An economics lecturer whose teaching material has been described as “too radical” has been stopped from teaching a core degree module, leading to claims of further erosion in the pluralism of economics degrees.
Students on social science degrees at the University of Glasgow take compulsory courses in economics for their first two years. One of the second-year modules in macroeconomics has been taught by senior lecturer Alberto Paloni, an expert in post-Keynesian theory.
A recent Royal Economic Society newsletter specifically cited this as an example of a degree “that successfully incorporate[s] pluralist approaches to teaching economics”, where students “are made aware of how different perspectives employ different approaches and reach different conclusions, and ask[ed] to evaluate critically how well theories explain empirical evidence”.
But although the module proved popular with students, Dr Paloni has now been relieved of his teaching responsibilities for the second-year course.
The case has been taken up by the Rethinking Economics “international network of students and citizens working together to transform economics education for the better”. It cites an email by Christian Ewald, Glasgow’s head of economics, in which he states his commitment to “pluralism in economics” but refers to Dr Paloni’s own lecture material as “too radical…and what I would describe as ‘inciting rebellion’”.
A spokeswoman for the university said: “We regularly review our teaching arrangements, and the decision to reassign Dr Paloni came as part of this normal process. We are engaging with our students to explain why we have done this, and remain open for further discussion. The university is committed to providing a variety of teaching perspectives at every level.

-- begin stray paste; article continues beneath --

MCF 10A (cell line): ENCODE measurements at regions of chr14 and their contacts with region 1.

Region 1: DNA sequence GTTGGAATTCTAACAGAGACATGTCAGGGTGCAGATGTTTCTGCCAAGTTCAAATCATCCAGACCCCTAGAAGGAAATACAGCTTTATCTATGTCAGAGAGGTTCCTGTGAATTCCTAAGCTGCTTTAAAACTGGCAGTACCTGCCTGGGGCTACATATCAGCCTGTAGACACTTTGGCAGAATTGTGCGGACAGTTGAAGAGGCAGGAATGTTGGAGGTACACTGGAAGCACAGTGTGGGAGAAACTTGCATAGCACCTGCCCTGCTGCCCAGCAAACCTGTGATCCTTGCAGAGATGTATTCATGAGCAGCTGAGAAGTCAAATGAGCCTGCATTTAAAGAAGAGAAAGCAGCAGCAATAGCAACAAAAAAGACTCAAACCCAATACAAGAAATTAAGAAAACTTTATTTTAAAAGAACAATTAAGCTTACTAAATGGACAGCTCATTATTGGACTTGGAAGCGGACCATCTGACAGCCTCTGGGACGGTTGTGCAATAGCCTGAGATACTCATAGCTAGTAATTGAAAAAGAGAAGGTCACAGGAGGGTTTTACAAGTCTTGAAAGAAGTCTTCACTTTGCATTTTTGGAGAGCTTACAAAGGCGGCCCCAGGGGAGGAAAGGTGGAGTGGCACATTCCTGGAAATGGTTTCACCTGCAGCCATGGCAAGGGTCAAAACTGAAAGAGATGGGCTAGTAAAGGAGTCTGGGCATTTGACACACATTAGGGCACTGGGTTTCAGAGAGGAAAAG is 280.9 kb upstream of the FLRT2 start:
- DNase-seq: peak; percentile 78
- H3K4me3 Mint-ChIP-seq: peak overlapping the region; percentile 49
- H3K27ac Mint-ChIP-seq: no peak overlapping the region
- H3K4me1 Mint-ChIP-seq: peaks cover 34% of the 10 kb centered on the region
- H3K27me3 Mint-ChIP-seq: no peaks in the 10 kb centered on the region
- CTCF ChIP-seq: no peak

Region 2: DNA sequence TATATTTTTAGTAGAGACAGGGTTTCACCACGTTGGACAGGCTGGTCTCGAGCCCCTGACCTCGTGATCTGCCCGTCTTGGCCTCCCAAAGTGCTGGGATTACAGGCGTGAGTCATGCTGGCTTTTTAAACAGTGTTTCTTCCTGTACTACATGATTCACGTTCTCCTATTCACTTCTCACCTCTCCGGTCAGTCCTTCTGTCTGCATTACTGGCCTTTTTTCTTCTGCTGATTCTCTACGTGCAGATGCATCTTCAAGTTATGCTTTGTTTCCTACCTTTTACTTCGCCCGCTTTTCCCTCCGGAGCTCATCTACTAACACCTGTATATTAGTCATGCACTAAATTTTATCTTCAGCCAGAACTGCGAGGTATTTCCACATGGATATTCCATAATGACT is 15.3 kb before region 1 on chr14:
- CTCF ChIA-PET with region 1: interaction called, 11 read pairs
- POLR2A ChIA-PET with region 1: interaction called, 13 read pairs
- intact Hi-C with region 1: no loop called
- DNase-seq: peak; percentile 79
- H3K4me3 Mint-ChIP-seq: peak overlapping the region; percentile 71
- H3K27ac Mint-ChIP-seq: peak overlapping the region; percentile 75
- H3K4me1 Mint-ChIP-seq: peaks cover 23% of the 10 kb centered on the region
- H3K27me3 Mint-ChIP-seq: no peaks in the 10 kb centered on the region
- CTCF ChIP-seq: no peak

“Dr Paloni contributed teaching to a core level-two course. The curriculum there is unchanged. Dr Paloni will be developing an honours elective course covering post-Keynesian and other approaches to economics, his area of expertise.”
Calum Mitchell, the communications officer for Rethinking Economics, said that the case followed that of Devrim Sakir Yilmaz, lecturer in macroeconomics at the University of Manchester, who in 2014 responded to student requests for changes to the curriculum to incorporate non-mainstream economic theory. When his course Bubbles, Panics and Crashes was rejected by the university, he offered it instead as an optional out-of-hours module.
When he failed to have his contract renewed, this led to a backlash and a drop in student satisfaction levels of 21 per cent, with one complainant objecting to “such a broad subject being taught in such a mind-numbing and narrow way”.
“Economics as a body of knowledge is failing to create stable economies,” Mr Mitchell said, “but it is also not fit for purpose for those who go on to become policymakers, journalists and bankers…It’s not that neoclassical economics is wrong, but it would be improved by a plurality of approaches and looking at where they succeed and fail.”